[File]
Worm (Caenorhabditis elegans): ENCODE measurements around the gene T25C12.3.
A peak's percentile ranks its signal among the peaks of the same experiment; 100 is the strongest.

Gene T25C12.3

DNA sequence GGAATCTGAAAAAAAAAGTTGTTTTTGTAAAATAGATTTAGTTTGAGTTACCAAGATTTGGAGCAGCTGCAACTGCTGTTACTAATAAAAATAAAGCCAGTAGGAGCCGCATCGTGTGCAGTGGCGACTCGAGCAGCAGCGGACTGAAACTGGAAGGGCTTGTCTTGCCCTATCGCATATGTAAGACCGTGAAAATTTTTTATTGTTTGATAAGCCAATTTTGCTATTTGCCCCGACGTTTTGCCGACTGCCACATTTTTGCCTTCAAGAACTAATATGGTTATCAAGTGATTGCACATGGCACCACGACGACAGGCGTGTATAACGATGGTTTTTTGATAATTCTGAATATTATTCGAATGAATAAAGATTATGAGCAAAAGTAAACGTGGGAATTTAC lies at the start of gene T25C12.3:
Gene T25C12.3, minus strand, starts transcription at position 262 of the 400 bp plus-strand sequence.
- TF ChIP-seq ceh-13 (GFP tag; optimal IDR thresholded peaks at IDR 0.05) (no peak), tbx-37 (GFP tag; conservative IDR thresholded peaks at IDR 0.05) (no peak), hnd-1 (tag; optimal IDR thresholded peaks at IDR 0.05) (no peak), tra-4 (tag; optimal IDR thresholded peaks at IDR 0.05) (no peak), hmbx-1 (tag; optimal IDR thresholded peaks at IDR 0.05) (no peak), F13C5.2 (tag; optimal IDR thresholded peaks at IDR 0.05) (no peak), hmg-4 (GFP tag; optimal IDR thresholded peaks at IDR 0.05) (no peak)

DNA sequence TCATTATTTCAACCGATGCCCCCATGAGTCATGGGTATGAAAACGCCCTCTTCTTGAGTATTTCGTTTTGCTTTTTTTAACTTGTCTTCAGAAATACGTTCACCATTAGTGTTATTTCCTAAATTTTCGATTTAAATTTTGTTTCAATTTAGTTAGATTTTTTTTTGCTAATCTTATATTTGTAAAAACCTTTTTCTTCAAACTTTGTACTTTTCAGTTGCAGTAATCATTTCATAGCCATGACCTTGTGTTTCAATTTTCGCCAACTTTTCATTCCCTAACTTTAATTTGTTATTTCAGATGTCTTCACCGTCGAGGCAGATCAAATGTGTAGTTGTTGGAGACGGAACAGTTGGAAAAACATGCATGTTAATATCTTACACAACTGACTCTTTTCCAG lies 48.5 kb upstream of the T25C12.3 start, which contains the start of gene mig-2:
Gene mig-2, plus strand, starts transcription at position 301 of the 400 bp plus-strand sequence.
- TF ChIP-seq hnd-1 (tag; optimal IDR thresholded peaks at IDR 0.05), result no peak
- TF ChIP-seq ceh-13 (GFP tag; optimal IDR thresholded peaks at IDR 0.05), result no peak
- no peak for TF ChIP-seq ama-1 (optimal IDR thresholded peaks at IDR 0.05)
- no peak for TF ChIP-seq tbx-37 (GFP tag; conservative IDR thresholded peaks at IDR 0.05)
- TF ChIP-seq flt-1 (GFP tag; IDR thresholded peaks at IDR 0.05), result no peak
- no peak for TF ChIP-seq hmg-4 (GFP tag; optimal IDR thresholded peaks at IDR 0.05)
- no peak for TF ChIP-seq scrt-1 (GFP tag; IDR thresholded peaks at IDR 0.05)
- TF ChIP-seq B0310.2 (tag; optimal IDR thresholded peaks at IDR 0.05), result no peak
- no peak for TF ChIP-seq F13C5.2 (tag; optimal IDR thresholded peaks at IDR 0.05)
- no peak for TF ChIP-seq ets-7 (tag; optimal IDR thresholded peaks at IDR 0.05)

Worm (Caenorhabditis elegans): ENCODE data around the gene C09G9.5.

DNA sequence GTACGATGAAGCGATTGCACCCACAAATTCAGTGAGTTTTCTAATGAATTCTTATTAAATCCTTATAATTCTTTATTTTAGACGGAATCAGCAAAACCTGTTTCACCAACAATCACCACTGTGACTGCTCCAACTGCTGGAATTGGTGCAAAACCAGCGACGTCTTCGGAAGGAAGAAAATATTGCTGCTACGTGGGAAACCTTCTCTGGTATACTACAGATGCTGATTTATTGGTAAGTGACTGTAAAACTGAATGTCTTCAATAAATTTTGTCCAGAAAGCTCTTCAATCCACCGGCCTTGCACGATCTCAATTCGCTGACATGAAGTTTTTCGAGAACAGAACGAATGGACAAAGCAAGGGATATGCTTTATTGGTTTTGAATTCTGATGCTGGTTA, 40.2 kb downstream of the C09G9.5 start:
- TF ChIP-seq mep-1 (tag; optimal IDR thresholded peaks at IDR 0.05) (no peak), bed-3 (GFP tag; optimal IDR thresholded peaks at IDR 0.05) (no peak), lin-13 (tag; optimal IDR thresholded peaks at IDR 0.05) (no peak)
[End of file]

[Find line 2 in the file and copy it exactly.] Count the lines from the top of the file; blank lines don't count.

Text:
A peak's percentile ranks its signal among the peaks of the same experiment; 100 is the strongest.